Babies and young children are immune to catching yawns.
A new study has revealed that babies and young children are immune to “catching” yawns until they reach the age of five years old. Babies and young children are immune to “catching” yawns, scientists have discovered in new research that is shedding light on how the human brain develops as we grow up.
The surprising findings have shed new light on this mysterious phenomenon, which scientists describe as contagious yawning.
It has been known for decades that yawning can be infectious, leaving adults unable to stile a one if they see someone else opening their mouths wide in a yawning action.
More recent research has revealed that chimpanzees and even dogs can catch yawns from those around them, including from humans, but little is known about why we yawn and why it appears to be so infectious.
Psychologists at the University of Stirling, however, have now discovered that infants and young children are not prone to the contagious aspect of yawning. Instead, they only ever yawn spontaneously.
Dr Jim Anderson, a reader in psychology at the University of Stirling who led the research, which is published in the Royal Society journal Biological Letters, believes the findings will help to shed new light on how the human brain develops as we grow up and what makes us yawn.
He said: “The exact reason why we yawn isn’t really understood very well at all, but there is no doubt that as adults it is highly contagious.
“People who score highly for empathy are significantly more likely to show contagious yawning. What we know from other research is that one part of the brain that continues to develop through out childhood is the frontal cortex and that the frontal lobes play a role in social decision making and the ability to empathise.
“That would tie in with the gradual development of contagious yawning during childhood.”
In the study, Dr Anderson and his colleague Alisa Millen, studied the yawning behaviour of 22 infants and toddlers while they were shown video footage of other children, adults and animals yawning. They were also shown footage of their mother yawning.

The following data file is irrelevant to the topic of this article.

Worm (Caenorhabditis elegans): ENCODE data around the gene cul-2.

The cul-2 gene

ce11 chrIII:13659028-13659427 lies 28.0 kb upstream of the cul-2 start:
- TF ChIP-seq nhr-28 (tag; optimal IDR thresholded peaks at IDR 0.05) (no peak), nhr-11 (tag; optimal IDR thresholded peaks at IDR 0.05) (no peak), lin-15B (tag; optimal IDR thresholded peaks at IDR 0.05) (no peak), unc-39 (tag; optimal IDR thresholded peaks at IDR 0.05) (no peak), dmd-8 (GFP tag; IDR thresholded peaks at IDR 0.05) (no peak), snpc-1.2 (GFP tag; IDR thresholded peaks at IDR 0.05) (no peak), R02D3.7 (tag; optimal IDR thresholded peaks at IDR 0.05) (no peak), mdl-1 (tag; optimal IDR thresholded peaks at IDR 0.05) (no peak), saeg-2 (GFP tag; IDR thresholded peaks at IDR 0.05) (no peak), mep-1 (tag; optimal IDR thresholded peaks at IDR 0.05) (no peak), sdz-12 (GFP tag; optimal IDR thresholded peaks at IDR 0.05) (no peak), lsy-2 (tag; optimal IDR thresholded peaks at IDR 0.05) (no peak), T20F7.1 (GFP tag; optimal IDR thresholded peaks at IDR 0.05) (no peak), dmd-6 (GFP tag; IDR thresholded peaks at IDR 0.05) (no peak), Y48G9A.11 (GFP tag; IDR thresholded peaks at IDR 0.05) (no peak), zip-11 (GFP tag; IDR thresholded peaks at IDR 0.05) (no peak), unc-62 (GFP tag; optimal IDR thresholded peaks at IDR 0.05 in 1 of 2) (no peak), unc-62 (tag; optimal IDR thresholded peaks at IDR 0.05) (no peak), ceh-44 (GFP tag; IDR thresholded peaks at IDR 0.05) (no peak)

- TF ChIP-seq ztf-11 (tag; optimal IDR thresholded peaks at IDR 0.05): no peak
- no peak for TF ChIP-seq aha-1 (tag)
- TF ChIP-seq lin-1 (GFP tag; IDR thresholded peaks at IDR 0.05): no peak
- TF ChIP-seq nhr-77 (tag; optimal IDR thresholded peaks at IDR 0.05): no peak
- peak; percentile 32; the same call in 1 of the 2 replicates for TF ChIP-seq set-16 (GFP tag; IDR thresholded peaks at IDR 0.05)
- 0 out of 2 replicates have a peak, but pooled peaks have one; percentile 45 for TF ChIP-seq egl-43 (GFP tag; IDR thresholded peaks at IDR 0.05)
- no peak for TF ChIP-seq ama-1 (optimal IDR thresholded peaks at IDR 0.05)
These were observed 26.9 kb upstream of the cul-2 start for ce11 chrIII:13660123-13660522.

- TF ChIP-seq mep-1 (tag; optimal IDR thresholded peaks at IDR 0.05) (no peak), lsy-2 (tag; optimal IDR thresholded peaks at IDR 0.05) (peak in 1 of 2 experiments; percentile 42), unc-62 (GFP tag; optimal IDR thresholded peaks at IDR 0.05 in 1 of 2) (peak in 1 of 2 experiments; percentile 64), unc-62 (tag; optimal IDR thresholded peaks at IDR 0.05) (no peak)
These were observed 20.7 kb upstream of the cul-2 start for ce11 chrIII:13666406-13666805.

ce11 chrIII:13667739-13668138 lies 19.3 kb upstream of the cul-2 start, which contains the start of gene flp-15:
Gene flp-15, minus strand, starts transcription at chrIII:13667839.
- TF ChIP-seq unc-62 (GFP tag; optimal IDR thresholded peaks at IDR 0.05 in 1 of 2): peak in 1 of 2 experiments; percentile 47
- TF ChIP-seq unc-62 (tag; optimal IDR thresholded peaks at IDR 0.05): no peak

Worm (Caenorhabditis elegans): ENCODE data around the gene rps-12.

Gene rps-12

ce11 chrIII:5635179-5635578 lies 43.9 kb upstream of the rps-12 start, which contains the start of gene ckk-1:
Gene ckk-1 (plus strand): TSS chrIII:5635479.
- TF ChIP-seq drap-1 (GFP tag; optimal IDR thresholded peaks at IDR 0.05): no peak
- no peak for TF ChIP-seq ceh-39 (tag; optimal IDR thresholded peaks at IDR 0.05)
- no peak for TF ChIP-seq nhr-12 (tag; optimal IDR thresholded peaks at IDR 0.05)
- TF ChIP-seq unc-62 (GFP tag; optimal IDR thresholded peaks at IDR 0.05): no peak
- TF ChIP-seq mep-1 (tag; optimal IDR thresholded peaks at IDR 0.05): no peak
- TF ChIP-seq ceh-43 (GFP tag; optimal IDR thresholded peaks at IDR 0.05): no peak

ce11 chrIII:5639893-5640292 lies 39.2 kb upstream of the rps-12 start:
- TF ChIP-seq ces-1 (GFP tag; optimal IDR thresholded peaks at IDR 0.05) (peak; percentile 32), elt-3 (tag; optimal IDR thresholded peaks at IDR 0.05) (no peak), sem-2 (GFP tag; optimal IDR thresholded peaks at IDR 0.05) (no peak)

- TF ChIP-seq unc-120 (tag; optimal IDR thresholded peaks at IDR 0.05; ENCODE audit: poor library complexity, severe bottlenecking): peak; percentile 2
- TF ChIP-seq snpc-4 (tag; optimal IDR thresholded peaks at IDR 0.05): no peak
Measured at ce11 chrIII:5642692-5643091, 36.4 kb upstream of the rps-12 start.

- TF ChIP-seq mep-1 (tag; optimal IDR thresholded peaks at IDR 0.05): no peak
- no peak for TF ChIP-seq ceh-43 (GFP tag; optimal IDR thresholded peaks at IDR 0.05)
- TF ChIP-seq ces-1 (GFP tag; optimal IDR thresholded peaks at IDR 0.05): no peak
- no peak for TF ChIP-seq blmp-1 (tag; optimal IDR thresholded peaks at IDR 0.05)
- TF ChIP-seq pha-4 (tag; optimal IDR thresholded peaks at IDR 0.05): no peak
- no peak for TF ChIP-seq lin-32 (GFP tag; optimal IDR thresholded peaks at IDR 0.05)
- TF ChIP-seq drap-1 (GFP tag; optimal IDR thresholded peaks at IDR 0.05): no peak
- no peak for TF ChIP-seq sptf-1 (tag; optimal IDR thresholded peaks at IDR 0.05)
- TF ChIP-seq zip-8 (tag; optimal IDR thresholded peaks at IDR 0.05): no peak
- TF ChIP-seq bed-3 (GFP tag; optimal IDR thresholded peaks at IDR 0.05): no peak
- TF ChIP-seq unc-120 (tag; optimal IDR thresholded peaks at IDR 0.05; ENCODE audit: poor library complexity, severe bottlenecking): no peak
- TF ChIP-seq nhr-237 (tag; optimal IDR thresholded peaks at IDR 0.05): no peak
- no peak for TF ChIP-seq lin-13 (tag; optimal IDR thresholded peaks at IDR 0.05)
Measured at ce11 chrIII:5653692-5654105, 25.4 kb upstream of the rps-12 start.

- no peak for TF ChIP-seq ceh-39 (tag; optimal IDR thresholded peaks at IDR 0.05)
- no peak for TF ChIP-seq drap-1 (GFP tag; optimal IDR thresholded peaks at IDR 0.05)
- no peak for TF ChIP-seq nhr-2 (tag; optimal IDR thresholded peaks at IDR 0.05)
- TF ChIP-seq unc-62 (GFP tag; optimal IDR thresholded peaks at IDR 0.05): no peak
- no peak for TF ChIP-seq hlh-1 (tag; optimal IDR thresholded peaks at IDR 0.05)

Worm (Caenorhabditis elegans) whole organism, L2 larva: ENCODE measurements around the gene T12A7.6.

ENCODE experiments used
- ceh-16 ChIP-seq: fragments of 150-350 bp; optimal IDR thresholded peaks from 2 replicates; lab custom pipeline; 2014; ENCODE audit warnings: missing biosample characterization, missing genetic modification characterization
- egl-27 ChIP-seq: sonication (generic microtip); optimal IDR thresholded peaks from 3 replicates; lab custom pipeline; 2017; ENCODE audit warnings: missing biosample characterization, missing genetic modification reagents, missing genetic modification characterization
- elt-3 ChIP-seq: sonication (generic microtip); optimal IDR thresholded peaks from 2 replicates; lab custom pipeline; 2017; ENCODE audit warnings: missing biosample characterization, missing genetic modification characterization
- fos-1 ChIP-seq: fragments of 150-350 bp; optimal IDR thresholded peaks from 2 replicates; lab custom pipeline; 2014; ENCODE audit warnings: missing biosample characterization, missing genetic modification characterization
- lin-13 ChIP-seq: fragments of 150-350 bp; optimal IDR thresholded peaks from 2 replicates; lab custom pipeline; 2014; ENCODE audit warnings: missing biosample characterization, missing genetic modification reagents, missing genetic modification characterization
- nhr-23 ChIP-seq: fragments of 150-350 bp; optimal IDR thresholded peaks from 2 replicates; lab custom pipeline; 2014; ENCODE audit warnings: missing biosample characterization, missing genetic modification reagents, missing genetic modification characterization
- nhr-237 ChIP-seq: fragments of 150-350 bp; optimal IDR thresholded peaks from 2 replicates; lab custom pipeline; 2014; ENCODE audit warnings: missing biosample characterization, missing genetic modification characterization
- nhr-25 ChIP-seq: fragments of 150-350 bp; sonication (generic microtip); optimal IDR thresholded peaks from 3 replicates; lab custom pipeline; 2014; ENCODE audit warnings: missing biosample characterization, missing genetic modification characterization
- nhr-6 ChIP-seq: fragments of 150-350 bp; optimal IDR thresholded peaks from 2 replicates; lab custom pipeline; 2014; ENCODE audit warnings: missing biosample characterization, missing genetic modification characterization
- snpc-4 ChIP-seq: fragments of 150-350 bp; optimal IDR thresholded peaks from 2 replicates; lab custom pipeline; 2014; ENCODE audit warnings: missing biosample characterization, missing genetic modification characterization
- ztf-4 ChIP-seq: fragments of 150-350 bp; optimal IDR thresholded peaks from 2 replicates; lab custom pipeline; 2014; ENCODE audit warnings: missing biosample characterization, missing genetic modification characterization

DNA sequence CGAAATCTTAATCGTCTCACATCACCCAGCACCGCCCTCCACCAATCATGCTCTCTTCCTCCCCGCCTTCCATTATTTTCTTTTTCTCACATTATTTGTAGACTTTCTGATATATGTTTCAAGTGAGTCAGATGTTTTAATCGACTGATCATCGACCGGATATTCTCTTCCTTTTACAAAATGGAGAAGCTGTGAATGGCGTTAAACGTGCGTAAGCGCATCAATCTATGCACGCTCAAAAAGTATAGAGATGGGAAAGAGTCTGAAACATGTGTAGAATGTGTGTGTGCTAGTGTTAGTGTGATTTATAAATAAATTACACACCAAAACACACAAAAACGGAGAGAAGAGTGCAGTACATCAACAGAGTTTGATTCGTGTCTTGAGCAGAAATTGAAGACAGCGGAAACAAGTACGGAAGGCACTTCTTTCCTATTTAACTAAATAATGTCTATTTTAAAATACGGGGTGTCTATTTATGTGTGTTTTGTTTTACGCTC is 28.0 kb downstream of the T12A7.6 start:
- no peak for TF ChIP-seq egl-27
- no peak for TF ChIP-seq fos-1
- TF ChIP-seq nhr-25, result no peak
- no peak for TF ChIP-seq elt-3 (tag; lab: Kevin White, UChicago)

The researchers found that the children did not yawn in reaction to the footage.
In another study Dr Anderson also found that children do not start catching yawning until they reach the age of five years old when a small percentage start being affected.
He said: “With each age group up to the age of 11 years old, there is a higher proportion who will react to video footage of someone yawning.
“At the age of 11 years old, it reaches the same levels we would find in adults.”
The exact reason why we yawn is still poorly understood. It is commonly thought to be a reaction to low levels of oxygen in the blood sparking a yawn to fill the lungs with air and so increase oxygen intake.
The scientific evidence for this, however, is poor and even breathing in extra oxygen makes no difference to yawning behaviour.
Other research has suggested that yawning can help to increase alertness in the brain or helps to cool the brain. Yawning can also help to equalise pressure in the ears.
There is now growing evidence, however, that yawning may be a social cue that communicates a message. Anthropologists have suggested it might have evolved as a way of signifying that it is time to go to bed. There are even suggestions that it might have developed a sign of sexual attraction rather than the desire to sleep.
Dr Anderson said: “I don’t think there is one primary function, but as adults we have a natural tendency to inhibit yawning because it is seen as being impolite. The contagious yawning might just that our brains see someone else doing it and so it becomes acceptable.”